Are we on the verge of another global recession?

By Staff Writer
The International Monetary Fund (IMF) cut both global and South Africa’s growth forecast on Tuesday, with some claiming that the world is on the verge of another global recession. The IMF has downgraded South Africa’s growth forecast to 1.5%, while global growth is currently at levels close to those during the 2008/2009 financial crisis. But what does this mean for the South African consumer?
Chris Wehmeyer, portfolio manager at PSG Wealth, noted that the figure released by the IMF is realistic. “The IMF usually comes out a little bit late, although Treasury has said, and Reserve Bank have said that the growth is going to be lower, I think it is more or less realistic what the IMF is saying. There is no surprise in that figure.”
Peter Worthington, senior economist at Barclays, agreed stating: “I think the downgrade for this year is more or less in line with where we, the Reserve Bank and the World Bank have all forecast down to, and where I am pretty sure the Treasury is going to bring their forecast down to somewhere around that level.”
However, while many experts agree that the growth forecast for South Africa is realistic, there is disagreement about whether we are facing another global recession, as many countries are still experiencing growth.
A global recession?
“[The IMF] forecast 3.1% global GDP growth this year and an acceleration to 3.6% next year. We are concerned that the risks to this view are to the downside, but we expect the global economy to continue to grow as developed market economies such as the UK and US are experiencing a stable and persistent improvement in domestic demand and investment. The risk to the global economy lies in the emerging markets where low commodity prices, weakening currencies and rising inflation are weighing on growth. At this stage we don’t think that these risks are sufficient to create a global recession,” stated Alex Smith, a First National Bank (FNB) economist.
Wehmeyer noted that the global economy is fragile, and pointed out that many countries are not implementing rate hikes at present in a bid to keep their economies going.
However, if the global situation worsens, Wehmeyer revealed that, especially since South Africa is a commodity producer, “it could mean that those prices could remain lower for longer. But we do believe that we are in a trough, and pretty much close to the lowest point in the cycle.”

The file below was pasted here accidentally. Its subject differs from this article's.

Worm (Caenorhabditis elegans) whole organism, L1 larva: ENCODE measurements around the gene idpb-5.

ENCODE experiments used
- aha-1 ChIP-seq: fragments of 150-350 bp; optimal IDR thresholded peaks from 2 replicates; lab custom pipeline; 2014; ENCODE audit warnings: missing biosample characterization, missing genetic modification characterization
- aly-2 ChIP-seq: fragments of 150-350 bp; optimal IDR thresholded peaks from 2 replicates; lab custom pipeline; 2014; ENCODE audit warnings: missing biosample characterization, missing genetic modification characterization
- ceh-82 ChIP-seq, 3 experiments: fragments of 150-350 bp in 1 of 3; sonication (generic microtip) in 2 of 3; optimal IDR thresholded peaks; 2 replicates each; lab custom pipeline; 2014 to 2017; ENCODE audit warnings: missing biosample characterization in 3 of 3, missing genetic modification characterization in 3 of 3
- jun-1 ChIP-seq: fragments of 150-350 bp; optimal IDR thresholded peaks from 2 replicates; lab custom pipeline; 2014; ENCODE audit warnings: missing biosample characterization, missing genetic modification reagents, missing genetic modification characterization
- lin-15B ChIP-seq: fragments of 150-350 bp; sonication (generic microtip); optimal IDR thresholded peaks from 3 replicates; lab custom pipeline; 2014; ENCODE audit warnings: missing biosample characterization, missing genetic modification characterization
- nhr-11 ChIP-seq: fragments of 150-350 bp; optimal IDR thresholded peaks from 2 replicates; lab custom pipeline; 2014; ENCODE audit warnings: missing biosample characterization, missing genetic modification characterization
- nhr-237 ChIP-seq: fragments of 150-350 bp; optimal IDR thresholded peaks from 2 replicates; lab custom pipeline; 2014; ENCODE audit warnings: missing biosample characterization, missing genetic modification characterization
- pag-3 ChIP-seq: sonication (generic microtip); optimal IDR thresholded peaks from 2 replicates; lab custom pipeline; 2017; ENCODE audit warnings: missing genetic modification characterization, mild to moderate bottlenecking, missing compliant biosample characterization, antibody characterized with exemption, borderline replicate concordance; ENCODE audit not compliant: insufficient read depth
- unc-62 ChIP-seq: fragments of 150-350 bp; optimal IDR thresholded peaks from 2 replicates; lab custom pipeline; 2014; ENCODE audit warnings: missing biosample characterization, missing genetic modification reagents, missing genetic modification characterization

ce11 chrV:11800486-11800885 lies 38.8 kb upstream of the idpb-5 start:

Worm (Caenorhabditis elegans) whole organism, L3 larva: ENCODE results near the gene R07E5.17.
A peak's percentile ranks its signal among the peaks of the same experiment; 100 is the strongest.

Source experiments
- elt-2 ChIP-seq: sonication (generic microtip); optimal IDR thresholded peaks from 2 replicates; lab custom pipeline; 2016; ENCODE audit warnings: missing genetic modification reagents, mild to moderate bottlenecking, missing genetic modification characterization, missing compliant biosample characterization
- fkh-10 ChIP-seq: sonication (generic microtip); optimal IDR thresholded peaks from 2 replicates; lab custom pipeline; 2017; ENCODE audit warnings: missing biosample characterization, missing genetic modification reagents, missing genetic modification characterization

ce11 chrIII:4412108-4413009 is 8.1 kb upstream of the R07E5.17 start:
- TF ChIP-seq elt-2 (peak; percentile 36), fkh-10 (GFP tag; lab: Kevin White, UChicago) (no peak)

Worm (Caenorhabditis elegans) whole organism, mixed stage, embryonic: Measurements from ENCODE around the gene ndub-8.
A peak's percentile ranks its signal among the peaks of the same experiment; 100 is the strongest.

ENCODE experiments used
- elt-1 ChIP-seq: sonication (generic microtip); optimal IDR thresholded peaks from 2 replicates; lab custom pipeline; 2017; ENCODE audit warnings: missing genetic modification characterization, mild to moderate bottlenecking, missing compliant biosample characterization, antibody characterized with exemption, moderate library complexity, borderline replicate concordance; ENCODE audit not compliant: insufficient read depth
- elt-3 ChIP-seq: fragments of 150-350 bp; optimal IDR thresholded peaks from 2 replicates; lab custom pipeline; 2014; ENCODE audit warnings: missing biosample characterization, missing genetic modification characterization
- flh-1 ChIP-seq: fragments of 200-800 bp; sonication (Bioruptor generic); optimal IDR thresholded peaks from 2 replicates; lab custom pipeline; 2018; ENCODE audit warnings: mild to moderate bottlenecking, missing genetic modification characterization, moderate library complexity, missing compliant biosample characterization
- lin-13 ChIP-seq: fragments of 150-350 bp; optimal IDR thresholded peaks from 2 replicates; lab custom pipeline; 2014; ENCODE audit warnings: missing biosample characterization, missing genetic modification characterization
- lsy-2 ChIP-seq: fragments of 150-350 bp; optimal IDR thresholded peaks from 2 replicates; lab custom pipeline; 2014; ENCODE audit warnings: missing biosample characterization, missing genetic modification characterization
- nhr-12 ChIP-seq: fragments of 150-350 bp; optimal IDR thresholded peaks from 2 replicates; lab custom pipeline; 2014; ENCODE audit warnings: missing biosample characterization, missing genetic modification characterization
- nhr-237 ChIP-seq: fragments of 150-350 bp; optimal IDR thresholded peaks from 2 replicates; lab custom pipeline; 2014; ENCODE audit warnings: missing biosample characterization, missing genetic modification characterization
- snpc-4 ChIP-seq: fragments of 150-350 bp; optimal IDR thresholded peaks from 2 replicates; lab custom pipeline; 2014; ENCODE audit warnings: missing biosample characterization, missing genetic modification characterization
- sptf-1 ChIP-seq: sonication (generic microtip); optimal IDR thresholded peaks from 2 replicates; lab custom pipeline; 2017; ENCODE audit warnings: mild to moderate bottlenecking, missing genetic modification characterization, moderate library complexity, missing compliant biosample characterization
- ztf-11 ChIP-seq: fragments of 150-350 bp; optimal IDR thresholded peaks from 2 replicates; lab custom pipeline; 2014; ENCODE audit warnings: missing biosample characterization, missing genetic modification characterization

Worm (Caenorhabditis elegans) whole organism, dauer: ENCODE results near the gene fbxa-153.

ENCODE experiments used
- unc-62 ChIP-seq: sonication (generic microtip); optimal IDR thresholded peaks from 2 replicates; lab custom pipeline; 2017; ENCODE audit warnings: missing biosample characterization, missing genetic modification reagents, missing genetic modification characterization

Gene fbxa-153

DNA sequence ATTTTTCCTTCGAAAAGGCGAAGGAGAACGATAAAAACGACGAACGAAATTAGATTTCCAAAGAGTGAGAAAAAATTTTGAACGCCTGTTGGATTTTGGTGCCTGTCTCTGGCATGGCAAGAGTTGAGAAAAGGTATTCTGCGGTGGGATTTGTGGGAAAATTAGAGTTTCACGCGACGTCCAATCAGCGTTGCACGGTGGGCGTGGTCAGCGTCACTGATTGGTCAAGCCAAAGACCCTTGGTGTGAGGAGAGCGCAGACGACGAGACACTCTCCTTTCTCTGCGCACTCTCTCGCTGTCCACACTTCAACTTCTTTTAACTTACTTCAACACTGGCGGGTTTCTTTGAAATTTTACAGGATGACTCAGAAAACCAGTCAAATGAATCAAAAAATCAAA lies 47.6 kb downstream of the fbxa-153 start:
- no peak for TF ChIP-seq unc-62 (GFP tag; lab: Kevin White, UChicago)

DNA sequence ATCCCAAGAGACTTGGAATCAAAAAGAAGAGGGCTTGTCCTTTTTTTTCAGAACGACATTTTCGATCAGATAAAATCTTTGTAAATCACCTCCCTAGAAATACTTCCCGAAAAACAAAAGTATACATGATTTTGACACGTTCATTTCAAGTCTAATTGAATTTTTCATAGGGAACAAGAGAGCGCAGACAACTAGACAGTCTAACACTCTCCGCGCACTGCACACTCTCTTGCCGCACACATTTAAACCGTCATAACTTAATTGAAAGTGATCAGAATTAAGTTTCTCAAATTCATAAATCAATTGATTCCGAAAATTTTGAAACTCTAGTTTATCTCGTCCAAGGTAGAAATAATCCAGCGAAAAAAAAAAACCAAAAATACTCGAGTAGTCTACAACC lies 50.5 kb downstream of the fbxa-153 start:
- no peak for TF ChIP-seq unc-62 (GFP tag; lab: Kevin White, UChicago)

Worthington noted: “I’m a little sceptical [about there being another global recession] because it is true that China is slowing, but we still expect it to grow, we’re expecting Europe as a region to grow, and we’re expecting the US to continue to grow, albeit at a somewhat moderate pace. And we’re still expecting Africa to grow.
“My understanding of recession is that you have two successive quarters of negative growth. I find it hard to believe that that is going to play out in the global economy, all these regions are growing, it’s not statistically impossible, but it seems to be to be unlikely. But I do think we are looking at low growth globally and that’s not great news for a country like South Africa. We perform best when global demand is really pumping along,” said Worthington.
Does the IMF downgrade of SA affect us?
Wehmeyer pointed out that as the markets were already priced at about 1.5% growth, there will not be a big impact following the IMF’s announcement. However, he noted that there are a number of sectors and industries which are putting pressure on the South African economy, which in turn are affecting the country’s growth.
Smith said: “We have been forecasting a growth rate at below 1.5% for some time now, so it is no surprise that the IMF has joined us. Our forecast reflects very low consumption and investment spending growth which will keep overall economic growth depressed. It does, however, reflect an improvement in export growth which partially cushions the blow of such weak domestic spending growth.”
Worthington noted that he does not believe that the IMF’s downgrade will have implications for South Africa. “I don’t think it, on its own, their change and the number change, changes the picture dramatically.”
Furthermore, Worthington revealed: “The downgrading of the IMF’s forecast will not impact on consumers. But the fact that growth is going to be weak means that job creation is likely to be very weak as well, which means consumer incomes will be weak and therefore consumer spending,” revealed Worthington.
Wehmeyer highlighted that consumers are under a lot of pressure at present, with many companies retrenching staff. “Consumers are under unbelievable pressure. I think this is not going to be a good Christmas 2015, especially for the consumer, I don’t think we’re going to see massive strength in the retail sector.”
According to Wehmeyer, consumers should spend less during these uncertain times and try to save money. In addition he noted that people should pay off their debts. “It is just a very difficult time now, and with all this uncertainty and people are very insecure about their jobs, you must keep your debt levels low.”

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